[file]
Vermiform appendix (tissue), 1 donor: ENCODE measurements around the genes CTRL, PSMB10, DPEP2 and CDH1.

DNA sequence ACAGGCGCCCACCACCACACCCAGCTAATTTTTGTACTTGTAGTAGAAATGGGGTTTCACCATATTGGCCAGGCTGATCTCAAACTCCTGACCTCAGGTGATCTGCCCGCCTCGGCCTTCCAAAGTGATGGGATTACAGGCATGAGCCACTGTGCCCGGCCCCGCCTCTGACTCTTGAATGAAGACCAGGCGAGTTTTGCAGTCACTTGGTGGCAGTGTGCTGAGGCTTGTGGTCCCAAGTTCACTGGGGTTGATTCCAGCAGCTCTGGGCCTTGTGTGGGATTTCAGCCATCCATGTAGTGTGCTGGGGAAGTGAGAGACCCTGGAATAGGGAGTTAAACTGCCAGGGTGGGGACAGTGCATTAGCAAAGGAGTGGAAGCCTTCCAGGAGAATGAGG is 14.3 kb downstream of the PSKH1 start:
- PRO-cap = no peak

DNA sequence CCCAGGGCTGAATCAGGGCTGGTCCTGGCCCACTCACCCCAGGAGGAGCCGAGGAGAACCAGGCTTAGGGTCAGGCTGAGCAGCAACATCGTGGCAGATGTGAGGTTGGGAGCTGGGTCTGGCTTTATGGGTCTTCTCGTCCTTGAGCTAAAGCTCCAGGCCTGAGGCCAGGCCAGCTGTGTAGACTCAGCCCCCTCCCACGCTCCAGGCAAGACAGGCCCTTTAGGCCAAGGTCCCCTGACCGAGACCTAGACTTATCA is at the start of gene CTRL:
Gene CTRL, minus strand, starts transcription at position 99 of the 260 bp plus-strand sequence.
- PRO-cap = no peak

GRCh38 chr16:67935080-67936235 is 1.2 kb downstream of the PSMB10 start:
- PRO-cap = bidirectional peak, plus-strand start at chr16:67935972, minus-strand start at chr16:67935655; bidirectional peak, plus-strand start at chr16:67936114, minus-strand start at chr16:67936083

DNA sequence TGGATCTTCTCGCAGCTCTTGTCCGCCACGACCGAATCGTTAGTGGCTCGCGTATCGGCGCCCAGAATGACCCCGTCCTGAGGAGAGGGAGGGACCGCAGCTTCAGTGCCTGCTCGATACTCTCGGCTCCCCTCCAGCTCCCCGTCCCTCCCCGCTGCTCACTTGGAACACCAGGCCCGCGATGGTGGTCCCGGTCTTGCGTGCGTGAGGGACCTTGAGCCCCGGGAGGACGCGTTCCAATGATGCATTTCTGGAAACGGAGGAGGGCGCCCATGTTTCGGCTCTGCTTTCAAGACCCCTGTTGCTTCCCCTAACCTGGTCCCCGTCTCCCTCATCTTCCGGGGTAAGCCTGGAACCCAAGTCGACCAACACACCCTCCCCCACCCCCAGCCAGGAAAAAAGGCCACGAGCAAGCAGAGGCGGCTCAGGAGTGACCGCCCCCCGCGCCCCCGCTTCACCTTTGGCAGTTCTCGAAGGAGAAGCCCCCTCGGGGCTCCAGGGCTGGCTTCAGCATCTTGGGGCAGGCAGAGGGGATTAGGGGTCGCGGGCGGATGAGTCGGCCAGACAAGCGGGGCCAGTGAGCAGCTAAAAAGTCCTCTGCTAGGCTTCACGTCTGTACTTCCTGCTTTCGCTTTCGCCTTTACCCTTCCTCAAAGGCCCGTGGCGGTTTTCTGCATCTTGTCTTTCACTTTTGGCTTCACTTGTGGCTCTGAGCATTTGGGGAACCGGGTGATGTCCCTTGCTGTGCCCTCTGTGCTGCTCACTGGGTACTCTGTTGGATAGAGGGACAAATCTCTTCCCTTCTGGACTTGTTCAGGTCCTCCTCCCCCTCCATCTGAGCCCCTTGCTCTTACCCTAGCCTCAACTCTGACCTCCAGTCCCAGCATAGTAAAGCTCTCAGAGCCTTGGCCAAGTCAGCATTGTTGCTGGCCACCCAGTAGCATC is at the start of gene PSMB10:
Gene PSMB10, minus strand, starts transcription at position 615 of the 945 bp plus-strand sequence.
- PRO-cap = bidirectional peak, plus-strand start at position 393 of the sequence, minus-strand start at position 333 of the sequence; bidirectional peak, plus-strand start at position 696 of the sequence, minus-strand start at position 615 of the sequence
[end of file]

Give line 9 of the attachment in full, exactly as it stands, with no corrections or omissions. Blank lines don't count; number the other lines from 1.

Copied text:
DNA sequence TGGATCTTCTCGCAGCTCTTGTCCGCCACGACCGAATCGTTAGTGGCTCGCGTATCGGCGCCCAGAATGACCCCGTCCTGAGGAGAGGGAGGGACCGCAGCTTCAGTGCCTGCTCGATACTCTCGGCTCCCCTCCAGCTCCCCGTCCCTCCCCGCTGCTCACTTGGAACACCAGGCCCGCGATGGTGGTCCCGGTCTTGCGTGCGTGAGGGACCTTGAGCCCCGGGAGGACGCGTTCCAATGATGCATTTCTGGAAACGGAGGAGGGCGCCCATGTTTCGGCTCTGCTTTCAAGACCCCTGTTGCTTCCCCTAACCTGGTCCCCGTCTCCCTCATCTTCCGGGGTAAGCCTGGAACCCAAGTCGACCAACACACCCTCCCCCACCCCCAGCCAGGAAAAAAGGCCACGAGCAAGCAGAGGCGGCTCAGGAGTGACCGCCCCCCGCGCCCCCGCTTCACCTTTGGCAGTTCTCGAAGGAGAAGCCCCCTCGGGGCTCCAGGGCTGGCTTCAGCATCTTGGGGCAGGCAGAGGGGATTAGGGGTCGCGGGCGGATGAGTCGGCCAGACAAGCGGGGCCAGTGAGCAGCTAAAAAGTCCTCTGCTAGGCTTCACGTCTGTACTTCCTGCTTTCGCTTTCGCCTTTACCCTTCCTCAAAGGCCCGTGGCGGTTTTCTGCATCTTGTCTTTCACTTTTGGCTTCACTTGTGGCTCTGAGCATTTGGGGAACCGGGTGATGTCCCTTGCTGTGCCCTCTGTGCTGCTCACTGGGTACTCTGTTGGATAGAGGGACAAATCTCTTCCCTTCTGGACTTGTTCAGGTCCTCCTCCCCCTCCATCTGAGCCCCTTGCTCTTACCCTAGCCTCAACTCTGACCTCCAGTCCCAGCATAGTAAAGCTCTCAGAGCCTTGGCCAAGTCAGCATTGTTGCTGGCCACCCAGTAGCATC is at the start of gene PSMB10: